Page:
I received an official looking email from PayPal telling me that someone on a different computer was trying to gain access to my online account. The person entered multiple passwords with my user ID and, in order to protect me from fraud, it is now necessary to re-confirm my account information. If I do not send them all of the necessary information, including my current password, within 24 hours they “will be forced to suspend my Account Online Access so that it will not be used for fraudulent purposes.”
I have one problem with this request. I do not have, nor have I ever had, a PayPal account. Do you think the word ‘fraud’ has any meaning here?
OK. Let’s talk fraud. One morning last week I received an official looking message from YouTube with the website’s logo on it. It looked as authentic as anything I have ever seen on the internet before. The heading on this communication read, “YouTube service has sent you a message: Your video has been approved.”
Really? Hey, now. That’s great. All I have to do is confirm my account by sending them my name, address, and telephone number. They also want my password. Everybody wants my password! Again we can talk fraud. What video did they approve? Not from me. I never sent them a video.
From his pulpit, 19th-century English Preacher Frederick Robertson shouted “There are three things in the world that deserve no mercy — hypocrisy, tyranny, and fraud.” Our nation has some pretty strong laws but very weak penalties for breaking them.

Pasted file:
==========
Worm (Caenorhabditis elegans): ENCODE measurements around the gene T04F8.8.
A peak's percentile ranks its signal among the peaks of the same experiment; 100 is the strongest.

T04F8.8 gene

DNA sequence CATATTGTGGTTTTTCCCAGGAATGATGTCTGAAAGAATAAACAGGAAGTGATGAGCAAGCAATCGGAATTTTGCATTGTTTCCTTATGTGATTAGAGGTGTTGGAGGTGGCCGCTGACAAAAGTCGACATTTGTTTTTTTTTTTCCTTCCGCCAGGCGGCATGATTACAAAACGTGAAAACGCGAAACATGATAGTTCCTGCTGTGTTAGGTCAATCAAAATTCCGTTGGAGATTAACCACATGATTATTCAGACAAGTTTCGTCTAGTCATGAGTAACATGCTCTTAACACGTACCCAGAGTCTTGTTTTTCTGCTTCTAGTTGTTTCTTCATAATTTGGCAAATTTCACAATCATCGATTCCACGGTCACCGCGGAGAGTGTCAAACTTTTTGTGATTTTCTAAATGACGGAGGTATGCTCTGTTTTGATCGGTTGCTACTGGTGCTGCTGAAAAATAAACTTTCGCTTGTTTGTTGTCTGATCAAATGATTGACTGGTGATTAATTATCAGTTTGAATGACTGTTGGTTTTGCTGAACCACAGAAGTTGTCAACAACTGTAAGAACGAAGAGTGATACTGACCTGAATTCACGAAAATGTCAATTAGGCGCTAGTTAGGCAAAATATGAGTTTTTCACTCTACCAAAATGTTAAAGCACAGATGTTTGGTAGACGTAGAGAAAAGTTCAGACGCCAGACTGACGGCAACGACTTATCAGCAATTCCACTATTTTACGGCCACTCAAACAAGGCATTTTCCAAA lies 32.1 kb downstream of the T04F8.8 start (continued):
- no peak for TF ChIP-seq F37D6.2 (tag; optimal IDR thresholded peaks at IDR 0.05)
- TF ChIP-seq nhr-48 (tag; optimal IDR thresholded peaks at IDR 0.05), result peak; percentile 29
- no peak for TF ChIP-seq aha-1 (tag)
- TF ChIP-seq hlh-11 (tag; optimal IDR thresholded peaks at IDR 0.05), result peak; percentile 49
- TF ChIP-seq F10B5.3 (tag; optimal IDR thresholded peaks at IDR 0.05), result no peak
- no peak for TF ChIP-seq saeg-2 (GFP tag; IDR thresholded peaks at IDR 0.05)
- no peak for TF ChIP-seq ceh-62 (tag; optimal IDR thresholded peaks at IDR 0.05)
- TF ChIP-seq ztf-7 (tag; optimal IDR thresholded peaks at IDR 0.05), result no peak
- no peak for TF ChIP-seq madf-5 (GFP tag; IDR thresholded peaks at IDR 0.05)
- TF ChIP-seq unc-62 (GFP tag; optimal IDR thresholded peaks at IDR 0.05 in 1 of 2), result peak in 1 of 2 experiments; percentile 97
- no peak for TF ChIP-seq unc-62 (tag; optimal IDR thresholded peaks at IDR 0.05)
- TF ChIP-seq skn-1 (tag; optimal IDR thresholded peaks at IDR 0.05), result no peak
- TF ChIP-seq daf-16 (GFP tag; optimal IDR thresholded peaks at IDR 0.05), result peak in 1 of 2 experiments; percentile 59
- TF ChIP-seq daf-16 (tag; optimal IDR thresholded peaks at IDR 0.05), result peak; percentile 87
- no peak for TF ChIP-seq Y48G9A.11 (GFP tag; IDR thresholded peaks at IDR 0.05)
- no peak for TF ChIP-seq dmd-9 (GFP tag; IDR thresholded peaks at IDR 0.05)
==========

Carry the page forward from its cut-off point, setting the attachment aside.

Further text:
Do you enjoy watching political conventions? You should. You help pay for them. That is, if you are a taxpayer, you do. Thirty-five million dollars of our taxes go to both political parties for their conventions. There are very few restrictions on how the two parties can spend the money. Once again our money is being used to pay for lavish parties, alcohol, food, and almost anything. When one talks about the District of Columbia and trillions of dollars, $17.7 million to each party doesn’t sound like much, but it is still wasteful spending. Our tax dollars at work.
So now that we know the religious beliefs of Dan Cathy and his feelings towards gay marriages, shouldn’t we have to learn the same about Emil Brolick, Bernardo Hees, and Don Thompson? Do you know who these gentlemen are? Take a minute and look them up. They and their beliefs are about as important to me as those of Mr. Cathy. I am more concerned about the fat content and calories of the products they serve and if you are a few pounds on the plus side, you should be as well. Having just lost thirty-five pounds and two inches on my sexy waist, I continue to look for delicious food to fill me up without bulking me up. There are loads of weight loss programs out there, but I’ve been successful without them for two reasons: I’ve been using a fairly new diabetic medication that slows the emptying of my stomach, and I have been receiving some great encouragement and recommendations from friends who have succeeded in slimming down.
The following is just one sliver of advice that helped put me on the right track:
Give me an everything bagel with gobs of Philadelphia cream cheese and lox with slices of onion and tomato. Double that for a major breakfast three or four times a week and I’m in heaven. Without looking it up, how many calories do you think there are in an everything bagel? According to the nutrition facts on the package of BJ’s bagels there are 410 calories in one. Add the extras and… well, you know the rest. Here’s the hint. Instead of the bagel, place the other ingredients on a well-toasted, crisp English muffin. Besides getting used to and enjoying the different taste, you will save 280 calories a sandwich. That’s 560 calories a breakfast.
I am StanGershbein@Bellsouth.net saying that I’d tell you more but I’m heading out now to buy some new slacks. The ones I’ve been wearing are much too large.
Read Stan Gershbein's column every Monday on BrooklynDaily.com.